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I basically can’t resist anything minty. When I was a kid, I loved picking wild mint at my grandparents’ house in West Virginia, then I’d talk one of them into helping me make mint tea from the fresh leaves. It was so delicious! I still can’t pass up on most things mint, and I love making mint-flavored treats. With spring, St. Patrick’s Day, and Easter right around the corner, I thought today would be the perfect time to share these mint tea homemade marshmallows!
The green color is, of course, entirely optional. I added two big drops of gel food coloring to achieve the pictured light green. I prefer gel food coloring to the usual liquid, grocery store-variety food coloring because it doesn’t impact the texture of things as much. You can usually find more professional gel-type food coloring at craft stores, baking stores, and, of course, on Amazon! I bought the AmeriColor Student set with 12 colors over 2 years ago and they’re still going strong.
Making these marshmallows is amazingly simple and they have a wonderful texture. I prefer to make them with Lyle’s Golden Syrup, but they can also be made with light corn syrup. (In case you’re wondering, light corn syrup is not the same thing as high fructose corn syrup. Not at all.) Lyle’s is a British product, but I’ve seen it more and more in US stores lately. And, push come to shove, you can find it on Amazon, too. =)
And, of course, I would be remiss if I didn’t mention that purchasing grass-fed gelatin is a great choice. You can use any unflavored gelatin (Knox is what you’ll usually find in grocery stores), but grass-fed gelatin is a more ethical choice. Once again, it’s available on Amazon as well as many high-end grocery stores and health food stores. There are vegetarian substitutes, like agar, but they need to be used in different quantities from gelatin.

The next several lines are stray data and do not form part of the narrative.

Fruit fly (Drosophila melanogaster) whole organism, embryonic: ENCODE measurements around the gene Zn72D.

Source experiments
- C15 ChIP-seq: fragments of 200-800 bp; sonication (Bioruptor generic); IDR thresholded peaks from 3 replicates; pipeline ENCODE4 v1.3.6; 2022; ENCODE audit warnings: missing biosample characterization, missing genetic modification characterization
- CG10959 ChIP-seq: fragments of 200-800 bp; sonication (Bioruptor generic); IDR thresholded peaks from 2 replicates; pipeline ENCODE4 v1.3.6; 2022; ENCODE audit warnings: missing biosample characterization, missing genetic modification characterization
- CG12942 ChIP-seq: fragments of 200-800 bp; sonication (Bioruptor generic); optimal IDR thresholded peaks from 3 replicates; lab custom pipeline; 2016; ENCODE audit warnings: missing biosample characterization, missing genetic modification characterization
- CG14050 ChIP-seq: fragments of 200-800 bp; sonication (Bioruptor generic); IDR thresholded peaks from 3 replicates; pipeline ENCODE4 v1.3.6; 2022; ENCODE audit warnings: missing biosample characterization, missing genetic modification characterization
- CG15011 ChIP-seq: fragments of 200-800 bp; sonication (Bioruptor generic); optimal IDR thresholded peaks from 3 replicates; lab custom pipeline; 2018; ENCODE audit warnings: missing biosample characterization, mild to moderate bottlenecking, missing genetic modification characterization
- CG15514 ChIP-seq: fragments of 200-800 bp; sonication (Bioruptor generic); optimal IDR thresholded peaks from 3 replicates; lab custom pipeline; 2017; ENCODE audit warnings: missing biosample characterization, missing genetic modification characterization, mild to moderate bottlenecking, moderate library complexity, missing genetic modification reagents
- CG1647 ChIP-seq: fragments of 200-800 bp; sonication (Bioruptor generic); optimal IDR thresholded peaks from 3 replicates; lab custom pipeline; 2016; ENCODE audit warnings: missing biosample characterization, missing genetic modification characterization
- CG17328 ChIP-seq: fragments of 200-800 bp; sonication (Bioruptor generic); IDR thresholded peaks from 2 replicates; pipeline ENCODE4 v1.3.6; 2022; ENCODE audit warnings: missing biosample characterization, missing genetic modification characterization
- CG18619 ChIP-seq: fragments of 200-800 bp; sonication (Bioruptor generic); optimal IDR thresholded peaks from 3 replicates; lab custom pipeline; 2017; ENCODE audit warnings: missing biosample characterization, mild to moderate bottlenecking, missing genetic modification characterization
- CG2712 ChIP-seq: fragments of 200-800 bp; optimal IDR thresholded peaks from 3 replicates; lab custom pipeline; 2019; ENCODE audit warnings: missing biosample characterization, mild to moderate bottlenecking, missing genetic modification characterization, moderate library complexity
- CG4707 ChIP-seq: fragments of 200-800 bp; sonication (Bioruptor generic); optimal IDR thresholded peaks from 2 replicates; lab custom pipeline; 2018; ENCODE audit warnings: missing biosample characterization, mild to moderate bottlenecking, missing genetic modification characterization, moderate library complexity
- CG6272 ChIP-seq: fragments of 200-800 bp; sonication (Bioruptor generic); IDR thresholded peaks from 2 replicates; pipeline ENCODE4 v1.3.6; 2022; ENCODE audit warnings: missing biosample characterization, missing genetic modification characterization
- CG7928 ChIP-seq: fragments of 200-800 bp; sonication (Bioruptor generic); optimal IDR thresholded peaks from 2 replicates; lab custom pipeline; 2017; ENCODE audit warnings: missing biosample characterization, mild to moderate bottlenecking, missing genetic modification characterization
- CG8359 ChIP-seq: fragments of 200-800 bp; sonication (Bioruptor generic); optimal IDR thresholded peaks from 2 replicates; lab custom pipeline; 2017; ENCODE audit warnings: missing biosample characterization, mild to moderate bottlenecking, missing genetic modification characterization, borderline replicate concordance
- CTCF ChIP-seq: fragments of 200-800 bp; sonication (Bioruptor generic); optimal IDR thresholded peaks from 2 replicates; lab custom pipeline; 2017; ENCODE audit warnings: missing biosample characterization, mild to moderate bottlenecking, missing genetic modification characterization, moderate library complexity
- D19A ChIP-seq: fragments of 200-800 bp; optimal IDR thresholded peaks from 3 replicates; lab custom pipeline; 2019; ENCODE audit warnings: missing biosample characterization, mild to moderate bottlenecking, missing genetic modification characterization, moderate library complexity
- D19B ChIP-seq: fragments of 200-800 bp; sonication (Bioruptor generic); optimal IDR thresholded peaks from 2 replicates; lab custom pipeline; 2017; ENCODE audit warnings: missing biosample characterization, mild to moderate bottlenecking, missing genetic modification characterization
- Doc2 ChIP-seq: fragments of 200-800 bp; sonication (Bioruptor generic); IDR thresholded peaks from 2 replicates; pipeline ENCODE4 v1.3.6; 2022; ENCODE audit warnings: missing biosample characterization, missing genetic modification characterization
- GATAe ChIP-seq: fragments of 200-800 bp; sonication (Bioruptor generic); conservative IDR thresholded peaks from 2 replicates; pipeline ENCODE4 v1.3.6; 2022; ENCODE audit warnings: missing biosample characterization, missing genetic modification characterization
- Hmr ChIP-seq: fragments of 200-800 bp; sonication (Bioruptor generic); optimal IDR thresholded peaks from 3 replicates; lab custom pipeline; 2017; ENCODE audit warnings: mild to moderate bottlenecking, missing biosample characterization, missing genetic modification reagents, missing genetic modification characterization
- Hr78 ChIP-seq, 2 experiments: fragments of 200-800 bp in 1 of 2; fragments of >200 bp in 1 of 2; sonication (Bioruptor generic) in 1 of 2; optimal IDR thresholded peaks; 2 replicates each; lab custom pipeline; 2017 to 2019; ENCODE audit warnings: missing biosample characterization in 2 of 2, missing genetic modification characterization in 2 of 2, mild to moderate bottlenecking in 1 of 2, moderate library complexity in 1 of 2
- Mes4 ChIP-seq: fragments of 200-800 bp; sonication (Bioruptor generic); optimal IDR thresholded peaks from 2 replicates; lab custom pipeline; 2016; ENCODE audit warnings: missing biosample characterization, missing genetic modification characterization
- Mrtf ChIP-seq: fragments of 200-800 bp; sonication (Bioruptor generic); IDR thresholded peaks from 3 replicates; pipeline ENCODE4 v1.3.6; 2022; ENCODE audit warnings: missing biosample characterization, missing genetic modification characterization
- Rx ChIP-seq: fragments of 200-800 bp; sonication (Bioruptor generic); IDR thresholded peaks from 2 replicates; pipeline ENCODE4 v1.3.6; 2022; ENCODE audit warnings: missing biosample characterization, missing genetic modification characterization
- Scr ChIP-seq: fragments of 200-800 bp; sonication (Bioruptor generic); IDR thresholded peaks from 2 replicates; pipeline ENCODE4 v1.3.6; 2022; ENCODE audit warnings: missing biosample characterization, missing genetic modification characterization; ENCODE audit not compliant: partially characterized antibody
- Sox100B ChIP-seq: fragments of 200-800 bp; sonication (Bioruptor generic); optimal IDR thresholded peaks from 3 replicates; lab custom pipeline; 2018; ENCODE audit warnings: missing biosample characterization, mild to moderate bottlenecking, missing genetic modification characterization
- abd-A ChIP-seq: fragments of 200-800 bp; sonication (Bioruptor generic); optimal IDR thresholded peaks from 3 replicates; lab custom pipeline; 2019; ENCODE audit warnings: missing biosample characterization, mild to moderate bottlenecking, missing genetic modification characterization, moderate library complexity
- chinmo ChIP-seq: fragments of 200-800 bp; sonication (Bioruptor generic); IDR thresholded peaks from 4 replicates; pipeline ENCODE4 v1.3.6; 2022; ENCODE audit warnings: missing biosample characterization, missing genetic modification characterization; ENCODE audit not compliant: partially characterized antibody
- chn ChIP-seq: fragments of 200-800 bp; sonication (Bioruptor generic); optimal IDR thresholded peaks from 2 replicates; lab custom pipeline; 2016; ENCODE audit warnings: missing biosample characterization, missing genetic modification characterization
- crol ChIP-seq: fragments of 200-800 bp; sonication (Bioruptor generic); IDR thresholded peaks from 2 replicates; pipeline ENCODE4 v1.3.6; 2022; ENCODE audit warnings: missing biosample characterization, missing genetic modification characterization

For the mint tea, loose leaf tea is obviously higher quality and a better choice, but “regular” bagged mint tea will work, too. In a pinch, you can make these mint tea homemade marshmallows with food-grade mint essential oil or mint flavoring oil, as well.
To make the marshmallows, you will need a stand mixer. I like to offer hand mixer alternatives, but you really need a stand mixer to make homemade marshmallows. A cooking thermometer is also a must-have for this recipe. A clip-on candy thermometer will make your life easier, but I actually don’t have one and just use my instant read thermometer.
Now that we’ve discussed the ingredients and equipment in detail, how about taking a look at the recipe?
But, like all marshmallows, they eventually melt and spread their creamy goodness through the hot chocolate.
I’m not ashamed to admit I couldn’t wait to start taking photos so I could enjoy that hot chocolate!
Have you ever made your own marshmallows or marshmallow fluff? Are there any ‘unusual’ flavors you’d love to try in a marshmallow?
Natasha is a former classroom teacher turned WAHM. She also is a registered yoga teacher and certified life coach. She shares her passion for education with craft tutorials and free printables. She also shares her experience moving through grief after losing a parent and passion for positive parenting. Learn more about Natasha and where she’s been featured.